Sun Bear and Sepilok Orangutan Wildlife Sanctuaries, Borneo
WARNING: CUTE PHOTOS AHEAD!
Wild and free animals (or lack of) behind me, it was onwards to cute wildlife cared for in the popular sanctuaries of Borneo.
Sun Bear Conservation Centre
My first intro to Sun Bears was several years ago, watching a documentary on the wildlife in Burma as it is opened up. I was horrified by what people do to sun bears. Imagine a warehouse of small cages with tubes and needles coming out of the bears. It was awful.
The Sun Bear Conservation Centre next to Sepilok Rehabilitation Centre welcomes you with an informative video about how the Sun Bears are rescued and rehabilitated. Jury is out if they ever actually get released into the wild again, but at least they live an okay life here at the centre, rather than being drained of their bile.
Sun Bears, also known as honey bears are the smallest bears in the world. They have bib shaped golden markings on their chests which is unique to this species. Their fur is short similar to a dogs. And they are super cute.
I think from memory there were about 40 Sun Bears at this centre and some had been there 10+ years. We only spotted 3 or 4 young ones and I wondered how crowded it would be when all 40 are out and about.
The rehabilitation centre allows you to adopt a Sun Bear to help protect and keep these bears alive. I’ve added links at the end of this blog post for more information.
Sepilok Orangutan Rehabilitation Centre
Just around the corner is a vast centre that many orangutans calls home. The sanctuary is 43 sq km of protected land at the edge of Kabili Sepilok Forest Reserve.
We saw two youngish orangutans climbing in on ropes to eat/play on the feeding platform. They were very animated.
Next was visiting the nursery – viewing the very young ones and their mothers through glass.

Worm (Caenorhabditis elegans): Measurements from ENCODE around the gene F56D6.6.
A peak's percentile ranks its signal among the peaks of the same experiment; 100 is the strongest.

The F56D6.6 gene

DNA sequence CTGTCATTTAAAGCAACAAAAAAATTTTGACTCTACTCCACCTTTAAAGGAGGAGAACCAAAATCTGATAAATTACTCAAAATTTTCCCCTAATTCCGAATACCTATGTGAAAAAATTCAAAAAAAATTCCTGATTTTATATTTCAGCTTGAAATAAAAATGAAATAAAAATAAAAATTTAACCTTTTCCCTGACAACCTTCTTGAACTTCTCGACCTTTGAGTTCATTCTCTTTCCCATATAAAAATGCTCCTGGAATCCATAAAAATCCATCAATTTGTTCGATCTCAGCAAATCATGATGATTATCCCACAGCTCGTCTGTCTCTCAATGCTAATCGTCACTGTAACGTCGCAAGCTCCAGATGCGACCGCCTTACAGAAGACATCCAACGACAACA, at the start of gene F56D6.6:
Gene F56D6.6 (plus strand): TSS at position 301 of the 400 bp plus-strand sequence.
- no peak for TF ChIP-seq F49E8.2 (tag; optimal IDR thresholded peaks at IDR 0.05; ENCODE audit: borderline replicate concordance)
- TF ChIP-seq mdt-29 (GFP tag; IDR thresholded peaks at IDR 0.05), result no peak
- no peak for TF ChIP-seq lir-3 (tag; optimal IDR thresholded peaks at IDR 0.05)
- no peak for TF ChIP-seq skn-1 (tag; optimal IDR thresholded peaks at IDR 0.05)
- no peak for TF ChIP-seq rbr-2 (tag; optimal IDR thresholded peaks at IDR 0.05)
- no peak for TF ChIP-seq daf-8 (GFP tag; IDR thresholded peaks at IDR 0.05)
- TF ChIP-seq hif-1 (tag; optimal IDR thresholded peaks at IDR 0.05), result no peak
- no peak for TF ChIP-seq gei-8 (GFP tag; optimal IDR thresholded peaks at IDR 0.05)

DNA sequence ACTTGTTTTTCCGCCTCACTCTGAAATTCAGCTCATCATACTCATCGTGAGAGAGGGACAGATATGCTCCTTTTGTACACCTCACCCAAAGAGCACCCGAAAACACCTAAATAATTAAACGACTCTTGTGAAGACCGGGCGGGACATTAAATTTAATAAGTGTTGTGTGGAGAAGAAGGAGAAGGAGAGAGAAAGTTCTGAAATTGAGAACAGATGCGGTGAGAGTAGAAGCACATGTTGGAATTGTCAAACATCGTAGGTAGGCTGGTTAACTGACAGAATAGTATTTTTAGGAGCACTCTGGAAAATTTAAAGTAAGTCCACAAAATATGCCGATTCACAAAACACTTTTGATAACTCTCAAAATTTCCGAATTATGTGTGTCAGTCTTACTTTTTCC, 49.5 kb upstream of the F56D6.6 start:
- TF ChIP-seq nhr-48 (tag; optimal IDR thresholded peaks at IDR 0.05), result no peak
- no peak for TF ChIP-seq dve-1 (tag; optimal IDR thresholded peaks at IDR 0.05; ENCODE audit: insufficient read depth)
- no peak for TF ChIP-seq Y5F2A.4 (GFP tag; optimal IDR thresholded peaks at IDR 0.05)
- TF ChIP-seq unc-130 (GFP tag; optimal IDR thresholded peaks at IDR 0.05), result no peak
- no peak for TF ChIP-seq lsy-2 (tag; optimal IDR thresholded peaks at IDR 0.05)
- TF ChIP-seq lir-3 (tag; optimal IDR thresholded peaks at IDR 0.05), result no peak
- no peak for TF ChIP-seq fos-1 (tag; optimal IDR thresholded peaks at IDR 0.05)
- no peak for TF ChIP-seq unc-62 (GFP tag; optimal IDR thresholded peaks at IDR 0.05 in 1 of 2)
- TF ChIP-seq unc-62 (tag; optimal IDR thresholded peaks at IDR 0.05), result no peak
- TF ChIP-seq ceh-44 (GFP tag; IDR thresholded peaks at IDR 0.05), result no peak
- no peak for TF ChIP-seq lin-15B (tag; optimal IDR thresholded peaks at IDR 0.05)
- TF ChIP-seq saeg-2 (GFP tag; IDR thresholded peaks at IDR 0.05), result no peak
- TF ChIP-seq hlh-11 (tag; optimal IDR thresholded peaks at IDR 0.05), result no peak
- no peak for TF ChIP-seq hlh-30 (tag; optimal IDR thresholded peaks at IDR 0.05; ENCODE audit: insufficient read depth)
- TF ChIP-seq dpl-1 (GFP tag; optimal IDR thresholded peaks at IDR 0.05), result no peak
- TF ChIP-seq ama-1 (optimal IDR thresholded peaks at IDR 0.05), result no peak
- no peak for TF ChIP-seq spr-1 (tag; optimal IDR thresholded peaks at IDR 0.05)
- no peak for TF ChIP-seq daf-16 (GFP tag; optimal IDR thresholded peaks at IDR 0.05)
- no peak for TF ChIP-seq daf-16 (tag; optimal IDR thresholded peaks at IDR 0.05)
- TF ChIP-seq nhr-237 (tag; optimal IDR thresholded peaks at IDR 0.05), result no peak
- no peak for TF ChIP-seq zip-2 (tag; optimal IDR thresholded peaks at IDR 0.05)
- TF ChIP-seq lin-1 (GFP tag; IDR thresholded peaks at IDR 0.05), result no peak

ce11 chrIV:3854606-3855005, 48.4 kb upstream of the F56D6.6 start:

There are lots of young babies in the nursery (about 25) and then 60-80 young/adult orangutans on the reserve. On the very odd occasion they release them into the wild. Again, much like the sun bears this doesn’t happen often, but it is what the centre and the volunteers work towards. Speaking of volunteers, it’s a really long wait list, a long commit and a very expensive place to volunteer. The staff and volunteers work around the clock with the animals and have feeding times twice a day that people can come to see a few of the orangutans eat.
While I was a bit disappointed not to see an older orangutan and more, it was nice to see that there was lots of trees for the animals to live and play amongst. At least not too often that the animals are encouraged to be near humans… As we walked back from the nursery we were greeted by another playful orangutan right next to the boardwalk.
The night walk at the centre was a bit less comforting. They had two orangutans out for people to photograph, they looked a bit underweight and made me think that this place is possibly leaning a bit too much toward tourism that may affect the welfare of the animals. It’s another one of those places that you really have to weigh up the good they are doing and realise that they need to fund the centre to be able to look after the animals. But I think its up to the individual to decide whether or not its 100% for the wellbeing of the animals there.
Sidenote, here’s a bad photo (blurry foreground) of the example of elephants that have nowhere to be released, so they get to live in a small enclosure like this. It’s heartbreaking. Borneo really needs to sort out its priorities and give the wildlife more habitats to be free and happy.
All in all, I was glad to finally see orangutan’s even if they weren’t in the wild. Most of the ones I saw looked happy and well cared for. So much better than being locked up in a cage in someone’s home.
Following is a few links which if you liked this blog post I recommend checking these out:
For the documentary I mentioned about Burma featuring the Sun Bears, check out Wild Burma: Natures Lost Kingdom here: https://www.bbc.co.uk/programmes/p01hsbr2.
For more information about adopting a Sun Bear check out the conservation center’s website at www.bsbcc.org.my.
For more information on Sepilok check out: https://www.orangutan-appeal.org.uk/about-us/sepilok-orangutan-rehabilitation-centre.
That’s nearly the end of my tour in Borneo and trip to Malaysia, but I’ll have one last post to share the last bits of the trip next week (hopefully).